Since the enactment of the 1965 Voting Rights Act, Black politics have been limited to either urban governance or representing congressional districts that follow the agenda of the national parties. The inability of leaders to exercise power in the states has been a weakness since the demise of the Reconstruction Era. But the 2020 midterms introduced an unprecedented number of state campaigns that challenged historic barriers of race and power.
Most importantly, the midterms addressed a lingering question in the Black community since the Obama presidency: what political goals should its leaders pursue?
As Democrats and Republicans assess the midterm results, it’s clear that the elections were a bellwether of change in Black politics. That’s because it charted a new course towards the equitable management of state governments, most notably in the South. The states oversee some of the most important aspects of material and cultural life.
Looking ahead, if the McKinsey Institute for Black Economic Mobility is right, state leaders would be wise to articulate an agenda for economic equity: “We estimate a $220 billion annual disparity between Black wages today and what they would be in a scenario of full parity.” Heading into the 2024 elections, state leaders could scrutinize the hiring of Black skilled labor for projects funded under President Joe Biden’s $1.2 trillion infrastructure law; after all, the Congressional Black Caucus rescued the industrial plan that is quietly administered by former New Orleans Mayor Mitch Landrieu today.
Of course, some critics may challenge the notion of the Black community—and its political leaders—as a reliable voting bloc with a common history and destiny. These days, many prefer to identify as individuals with intersectional identities outside of racial heritage. Nonetheless, for historical reasons, Black people are as close to a monolithic culture as exists in the American experience—second only to the monolithic culture of the white South.
For example, John Blassingame’s, The Slave Community: Plantation Life in the Antebellum South, describes how “the American slave was able to retain many African cultural elements and an emotional contact with his motherland. This contact, however tenuous, enabled the slave to link European and African forms to create a distinctive culture.”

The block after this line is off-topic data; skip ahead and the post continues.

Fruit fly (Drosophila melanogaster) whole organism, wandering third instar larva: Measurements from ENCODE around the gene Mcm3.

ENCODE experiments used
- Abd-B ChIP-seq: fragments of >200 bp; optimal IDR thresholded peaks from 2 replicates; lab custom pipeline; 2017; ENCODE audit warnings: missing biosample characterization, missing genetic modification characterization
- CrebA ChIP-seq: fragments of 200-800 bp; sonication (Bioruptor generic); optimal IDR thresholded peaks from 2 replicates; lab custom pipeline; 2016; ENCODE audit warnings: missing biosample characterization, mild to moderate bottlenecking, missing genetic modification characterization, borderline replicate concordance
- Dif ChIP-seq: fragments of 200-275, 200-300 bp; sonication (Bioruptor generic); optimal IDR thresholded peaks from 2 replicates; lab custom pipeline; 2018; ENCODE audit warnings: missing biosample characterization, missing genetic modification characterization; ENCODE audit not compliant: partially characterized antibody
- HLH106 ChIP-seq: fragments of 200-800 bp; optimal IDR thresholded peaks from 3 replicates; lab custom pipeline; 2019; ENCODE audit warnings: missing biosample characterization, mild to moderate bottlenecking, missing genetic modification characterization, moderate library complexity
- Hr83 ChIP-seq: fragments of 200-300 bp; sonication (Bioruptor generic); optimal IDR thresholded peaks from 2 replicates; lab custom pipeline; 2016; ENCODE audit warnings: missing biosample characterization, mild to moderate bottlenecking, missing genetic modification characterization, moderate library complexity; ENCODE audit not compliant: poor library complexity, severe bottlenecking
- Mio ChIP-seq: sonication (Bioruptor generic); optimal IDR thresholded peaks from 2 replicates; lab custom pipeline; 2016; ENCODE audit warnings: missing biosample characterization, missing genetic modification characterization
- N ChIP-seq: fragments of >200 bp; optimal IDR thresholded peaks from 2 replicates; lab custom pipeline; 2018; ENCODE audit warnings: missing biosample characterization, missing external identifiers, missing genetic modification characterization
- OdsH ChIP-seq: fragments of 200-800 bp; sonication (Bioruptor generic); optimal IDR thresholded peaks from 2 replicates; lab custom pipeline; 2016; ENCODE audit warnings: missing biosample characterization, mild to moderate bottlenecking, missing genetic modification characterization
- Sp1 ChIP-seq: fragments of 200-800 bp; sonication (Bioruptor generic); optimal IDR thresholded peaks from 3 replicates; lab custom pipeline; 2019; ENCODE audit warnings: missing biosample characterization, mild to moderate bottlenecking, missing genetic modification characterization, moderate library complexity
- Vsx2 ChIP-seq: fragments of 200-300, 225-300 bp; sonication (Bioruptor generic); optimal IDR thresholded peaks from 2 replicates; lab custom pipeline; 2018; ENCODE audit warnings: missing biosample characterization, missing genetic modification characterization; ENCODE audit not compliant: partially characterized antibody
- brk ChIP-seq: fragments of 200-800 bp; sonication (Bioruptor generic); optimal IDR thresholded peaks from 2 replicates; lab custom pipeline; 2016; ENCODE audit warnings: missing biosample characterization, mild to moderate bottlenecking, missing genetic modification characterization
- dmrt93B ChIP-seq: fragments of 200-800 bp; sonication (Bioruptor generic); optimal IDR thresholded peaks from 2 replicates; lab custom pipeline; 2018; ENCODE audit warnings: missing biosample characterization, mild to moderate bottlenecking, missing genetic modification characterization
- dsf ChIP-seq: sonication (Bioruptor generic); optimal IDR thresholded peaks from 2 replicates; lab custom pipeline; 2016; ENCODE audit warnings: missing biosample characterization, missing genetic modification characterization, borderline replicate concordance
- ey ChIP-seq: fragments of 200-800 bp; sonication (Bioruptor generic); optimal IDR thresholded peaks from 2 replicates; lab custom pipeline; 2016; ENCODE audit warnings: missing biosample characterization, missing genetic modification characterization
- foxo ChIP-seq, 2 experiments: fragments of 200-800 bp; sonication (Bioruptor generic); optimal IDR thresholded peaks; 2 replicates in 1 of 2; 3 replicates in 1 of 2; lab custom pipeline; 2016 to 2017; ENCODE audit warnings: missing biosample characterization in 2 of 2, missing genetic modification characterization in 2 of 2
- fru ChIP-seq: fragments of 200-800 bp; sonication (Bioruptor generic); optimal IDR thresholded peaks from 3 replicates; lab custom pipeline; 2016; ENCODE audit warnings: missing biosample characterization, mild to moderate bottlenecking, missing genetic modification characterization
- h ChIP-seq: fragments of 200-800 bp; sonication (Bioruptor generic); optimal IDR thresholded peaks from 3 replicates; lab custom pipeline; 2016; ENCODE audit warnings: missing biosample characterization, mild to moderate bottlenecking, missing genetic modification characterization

The midterms experimented with Black-led state campaigns with the potential to address the pocketbook issues of the community. The methods were geared to different circumstances on the ground and have advantages and drawbacks as such.
The “Georgia Model” and New Capitals of Black America
Let’s start with the campaigns in Georgia and Maryland, where Democrats implemented a new strategy for Black mobilization and coalition building. The “Georgia Model” was adapted from the concept of the base election and builds on preconditions like large Black populations and favorable migration trends. It uses the power of Black culture to educate and mobilize the folk around local issues of economic equity. The incumbent Democratic U.S. Sen., the Rev. Raphael Warnock, and the two-time Democratic gubernatorial candidate, Stacey Abrams, are foremost practitioners of the model.
About 2018, they began galvanizing Black political and business groups in Atlanta, Augusta, and Savannah and church networks like Warnock’s 6,000 member Ebenezer Baptist Church. They also led civic groups like Fair Fight, started by Abrams to combat voter suppression, and the New Georgia Project to mobilize voters. Democrats shocked the nation with the historic elections of Warnock and Jon Ossoff to the U.S. Senate, and Biden’s Georgia win was crucial to him winning the presidency in 2020.
The big question was whether they could hold on to the gains in the midterm?
During the midterm, the Warnock and Abrams campaigns ran on an agenda of pocketbook issues such as health insurance, social security, affordable housing, and occupational mobility. Abrams, in particular, spotlighted the dire economic circumstances of Black men with a proposal for a “Black Men’s Agenda.” It designated $5 billion in targeted investments in small business creation, health insurance, and apprenticeships in the construction and entertainment industries.
Georgia law requires candidates in a general election to win by 50 percent or face a run-off election—and the Senate race between Warnock and the Republican challenger, Herschel Walker, is headed to a runoff election on December 6. Meanwhile, after Abrams conceded to incumbent Gov. Brian Kemp ina bruising campaign and second-consecutive defeat, Democrats have to accept that she’s probably a better organizer than retail politician.
In Maryland, Black Democrats adapted a version of the Georgia model with outstanding results. They mobilized the community around an agenda of wealth and civil rights concerns; moreover, they gained support from state party leaders, school teachers, industrial unions, veterans, and moderate whites and ethnic groups. Voters handily elected as governor Wes Moore—an author, educator, and army veteran—who campaigned on an agenda of pocketbook issues. Among his anti-poverty ideas was state-funded savings bonds for poor children. He’s the third Black person to be elected governor in the nation’s history.